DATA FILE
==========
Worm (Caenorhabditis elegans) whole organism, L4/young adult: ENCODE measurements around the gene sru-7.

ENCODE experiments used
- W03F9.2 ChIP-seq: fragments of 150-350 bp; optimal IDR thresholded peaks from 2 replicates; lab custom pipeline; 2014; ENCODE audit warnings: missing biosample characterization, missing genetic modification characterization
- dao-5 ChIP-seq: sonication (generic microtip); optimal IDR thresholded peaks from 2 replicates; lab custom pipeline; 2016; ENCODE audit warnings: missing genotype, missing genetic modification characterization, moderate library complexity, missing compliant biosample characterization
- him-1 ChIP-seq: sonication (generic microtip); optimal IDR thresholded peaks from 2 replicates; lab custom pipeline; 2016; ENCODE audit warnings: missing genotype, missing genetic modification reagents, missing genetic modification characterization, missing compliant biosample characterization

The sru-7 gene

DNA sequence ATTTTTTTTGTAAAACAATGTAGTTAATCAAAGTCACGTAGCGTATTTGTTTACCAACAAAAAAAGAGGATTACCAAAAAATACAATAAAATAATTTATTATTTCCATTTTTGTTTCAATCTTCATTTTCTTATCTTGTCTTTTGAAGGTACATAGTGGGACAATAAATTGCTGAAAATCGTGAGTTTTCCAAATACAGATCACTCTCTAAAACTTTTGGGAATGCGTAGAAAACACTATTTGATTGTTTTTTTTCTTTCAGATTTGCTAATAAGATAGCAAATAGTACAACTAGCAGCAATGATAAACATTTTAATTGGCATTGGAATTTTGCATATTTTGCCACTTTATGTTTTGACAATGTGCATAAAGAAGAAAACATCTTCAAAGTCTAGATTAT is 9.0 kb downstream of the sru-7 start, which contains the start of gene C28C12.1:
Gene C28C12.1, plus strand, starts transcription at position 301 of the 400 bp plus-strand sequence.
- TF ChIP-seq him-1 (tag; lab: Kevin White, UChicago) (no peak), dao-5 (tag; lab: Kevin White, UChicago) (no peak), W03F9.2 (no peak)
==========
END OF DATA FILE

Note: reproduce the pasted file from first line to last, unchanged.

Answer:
Worm (Caenorhabditis elegans) whole organism, L4/young adult: ENCODE measurements around the gene sru-7.

ENCODE experiments used
- W03F9.2 ChIP-seq: fragments of 150-350 bp; optimal IDR thresholded peaks from 2 replicates; lab custom pipeline; 2014; ENCODE audit warnings: missing biosample characterization, missing genetic modification characterization
- dao-5 ChIP-seq: sonication (generic microtip); optimal IDR thresholded peaks from 2 replicates; lab custom pipeline; 2016; ENCODE audit warnings: missing genotype, missing genetic modification characterization, moderate library complexity, missing compliant biosample characterization
- him-1 ChIP-seq: sonication (generic microtip); optimal IDR thresholded peaks from 2 replicates; lab custom pipeline; 2016; ENCODE audit warnings: missing genotype, missing genetic modification reagents, missing genetic modification characterization, missing compliant biosample characterization

The sru-7 gene

DNA sequence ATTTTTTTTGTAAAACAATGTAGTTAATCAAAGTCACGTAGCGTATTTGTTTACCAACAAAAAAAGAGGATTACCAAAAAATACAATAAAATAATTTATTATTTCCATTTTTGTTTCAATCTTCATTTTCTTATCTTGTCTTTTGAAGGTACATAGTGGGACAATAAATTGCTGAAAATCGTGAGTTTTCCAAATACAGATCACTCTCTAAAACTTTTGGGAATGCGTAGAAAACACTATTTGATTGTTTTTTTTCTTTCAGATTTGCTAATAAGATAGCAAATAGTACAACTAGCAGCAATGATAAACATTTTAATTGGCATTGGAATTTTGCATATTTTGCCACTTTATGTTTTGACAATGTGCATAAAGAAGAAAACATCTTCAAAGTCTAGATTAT is 9.0 kb downstream of the sru-7 start, which contains the start of gene C28C12.1:
Gene C28C12.1, plus strand, starts transcription at position 301 of the 400 bp plus-strand sequence.
- TF ChIP-seq him-1 (tag; lab: Kevin White, UChicago) (no peak), dao-5 (tag; lab: Kevin White, UChicago) (no peak), W03F9.2 (no peak)